Sound familiar?

I’ve just completed reading The Book Thief , a work of fiction by Markus Zusak. It tells the story of a German girl growing up in Nazi Germany, whose foster father decides to give refuge to a Jew in his basement. Does it make me less of a Muslim that I am able to feel the pain of the Jewish people at the time? Is pain and suffering not a universal language? Does it really matter who is being granted the ‘privelege’?

Should our response as people, as human beings, not be to reach out and seek to touch that humanity that binds us, one to another, as brethren?
As the Hadith of the Prophet Muhammed (peace be upon him) states : The Entire creation is the family of Allah.

I don’t really give a flea’s bottom about the politics, the Hamas, the Fatah and all the rest that makes up Palestinian politics. But I do care when I read tales such as these:

Seeing is not like hearing

Yesterday my father joined friend and local activist Fida Qishta and members of the ISM Gaza to visit the site of the al-Daya home- a four-story house that was leveled by Israeli forces on top of its occupants. My father told me there were still four unburied bodies underneath the rubble. They then went to visit the area where the Samouni clan lived-some 15 houses, citrus groves olive trees, two green houses, and one chicken pen (with about 10, 000 chickens), a water well, cattle and other animals- ALL were eviscerated from existence. The only surviving animal was a donkey. The poor beast was shot in the neck but survived nonetheless with a battle scar and a bandage on his wound.
(blog – Raising Noor and Yousuf: diary of a Palestinian mother, Laila El- Haddad)

Sure, there are two sides to every story, but that does not mean that I am not entitled to make a decision where I see wrong being perpetrated and perpetuated with impunity. And it certainly does not make me an Anti Semite when I decide that Zionism is apartheid and nothing more.

The statistics speak for themselves. In the recent bombardment 1 400 Palestinians have been killed, more than 5 000 seriously injured and 100 000 have been left homeless. A third of the casualties are children. 80 Percent of them are civilians. While the losses on the Israeli side amount to 13 deaths, 10 of them being soldiers in active duty.

When Nelson Mandela stood before a country on the occasion of his inauguration as South Africa’s first democratically elected president, these were his words:

We understand it still that there is no easy road to freedom.
We know it well that none of us acting alone can achieve success.
We must therefore act together as a united people, for national reconciliation, for nation building, for the birth of a new world.
Let there be justice for all.
Let there be peace for all.
Let there be work, bread, water and salt for all.
Let each know that for each the body, the mind and the soul have been freed to fulfill themselves.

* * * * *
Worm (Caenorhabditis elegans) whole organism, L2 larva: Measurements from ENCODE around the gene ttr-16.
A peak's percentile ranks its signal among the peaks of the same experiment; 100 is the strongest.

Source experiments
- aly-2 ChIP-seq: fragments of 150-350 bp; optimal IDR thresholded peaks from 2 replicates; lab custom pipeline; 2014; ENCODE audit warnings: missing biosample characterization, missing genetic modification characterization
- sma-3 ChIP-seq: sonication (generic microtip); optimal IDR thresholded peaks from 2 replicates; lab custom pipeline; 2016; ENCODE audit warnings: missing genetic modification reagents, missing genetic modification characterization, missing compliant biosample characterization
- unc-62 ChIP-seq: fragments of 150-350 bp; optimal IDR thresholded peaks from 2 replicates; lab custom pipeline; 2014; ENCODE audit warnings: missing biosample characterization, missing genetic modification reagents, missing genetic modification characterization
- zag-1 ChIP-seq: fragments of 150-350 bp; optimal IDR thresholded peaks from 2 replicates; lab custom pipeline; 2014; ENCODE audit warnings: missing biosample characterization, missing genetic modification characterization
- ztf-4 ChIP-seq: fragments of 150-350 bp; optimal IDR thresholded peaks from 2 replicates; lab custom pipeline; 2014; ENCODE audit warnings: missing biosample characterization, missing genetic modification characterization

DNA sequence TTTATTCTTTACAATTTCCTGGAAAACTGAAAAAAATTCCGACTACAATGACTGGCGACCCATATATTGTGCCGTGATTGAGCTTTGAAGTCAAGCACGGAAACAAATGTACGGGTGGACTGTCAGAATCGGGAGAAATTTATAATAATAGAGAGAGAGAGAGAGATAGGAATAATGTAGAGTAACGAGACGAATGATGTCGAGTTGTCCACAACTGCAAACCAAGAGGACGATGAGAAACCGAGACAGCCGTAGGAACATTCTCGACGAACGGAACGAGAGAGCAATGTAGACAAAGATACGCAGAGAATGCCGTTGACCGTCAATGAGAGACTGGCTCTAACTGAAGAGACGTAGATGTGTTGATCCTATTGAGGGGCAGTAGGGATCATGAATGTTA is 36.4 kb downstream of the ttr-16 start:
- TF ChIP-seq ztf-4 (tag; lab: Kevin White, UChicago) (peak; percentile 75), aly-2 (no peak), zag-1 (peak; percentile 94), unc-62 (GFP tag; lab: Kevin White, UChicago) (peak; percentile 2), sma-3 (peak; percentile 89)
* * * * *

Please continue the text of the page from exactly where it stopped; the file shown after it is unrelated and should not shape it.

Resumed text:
Never, never and never again shall it be that this beautiful land will again experience the oppression of one by another and suffer the indignity of being the skunk of the world.
Let freedom reign.

Rise to the challenge South Africa. You have work to do.

Note: This is the first article that I have written in well over a year, if not more. Apologies if it's not 'all that'.I know, this is prolific by my standards, as far as blog posts go. But I had a good reason to write. Now to find someone to publish this.

Tuesday, February 03, 2009

Book Year

I prefer male authors. There I said it. So lynch me if you will for being a pseudo feminist :P

It’s just that the last year has been intense in so many ways and most notable being the books that have found their way into my hands.

It started with Middlesex by Jeffrey Eugenides, bought on sale from Kalahari. The coming of age tale of a …wait for it…hermaphrodite. I know, you’re thinking sex and more of it, since that seems to characterize most coming of age works. But this one was different. For one, it was more than just a novel. It was an epic. For another, it was utterly absorbing.

Then came Shantaram by Gregory David Roberts. Yes, yes, I know, even Johhny Depp is talking Shantaram (who knew that he is a reader). It is a tome. But I didn’t notice that, since I read it in stolen snatches of time. Grabbing a few chapters when the chance arose, between meals of Pratchett and Philippa Gregory. Okay, so the copy I have is misleading in that it tells a 'this is non-fiction' story, the internet reveals the truth, which is what I suspected anyway, but still, it explored concepts that are both thought provoking as well as disturbing.

In spite of my Indian origin, I have never wanted to visit India, but after reading Shantaram, what can I say, I’ve become the ultimate cliché wanting to see the land of my roots, the land from whose bosom my ancestors were suckled :P

But best of all has undoubtedly been The Book Thief, by Australian author, Markus Zusak, who says on the subject of writing : If someone wanted to be a runner, you don’t tell them to think about running. You tell them to run. And the same simple idea applies to writing, I hope.

And of course, I’m royally pissed that he’s only two years older than I am and has managed to write what I believe to be the best book I have ever read. But I am also in awe, humbled and even a little embarrassed.

The blurb says:


It’s a small story about

A girl

An accordionist

Some fanatical Germans

A Jewish fist fighter

And quite a lot of thievery



And that sums up The Book Thief a lot better than I ever will.

But the thing that each if these books have in common is an inexpressible elegance. The capacity that each of these writers - all male - have for expressing the mundane in a manner that is anything but mundane. I would never have considered describing rain as slits. Or paths as scratches. But they did. And it made for extraordinary reading.

Here's to hoping that in spite of all the shite that seems to have heralded 2009, it will be an even better book year. Since anything less would be a shame.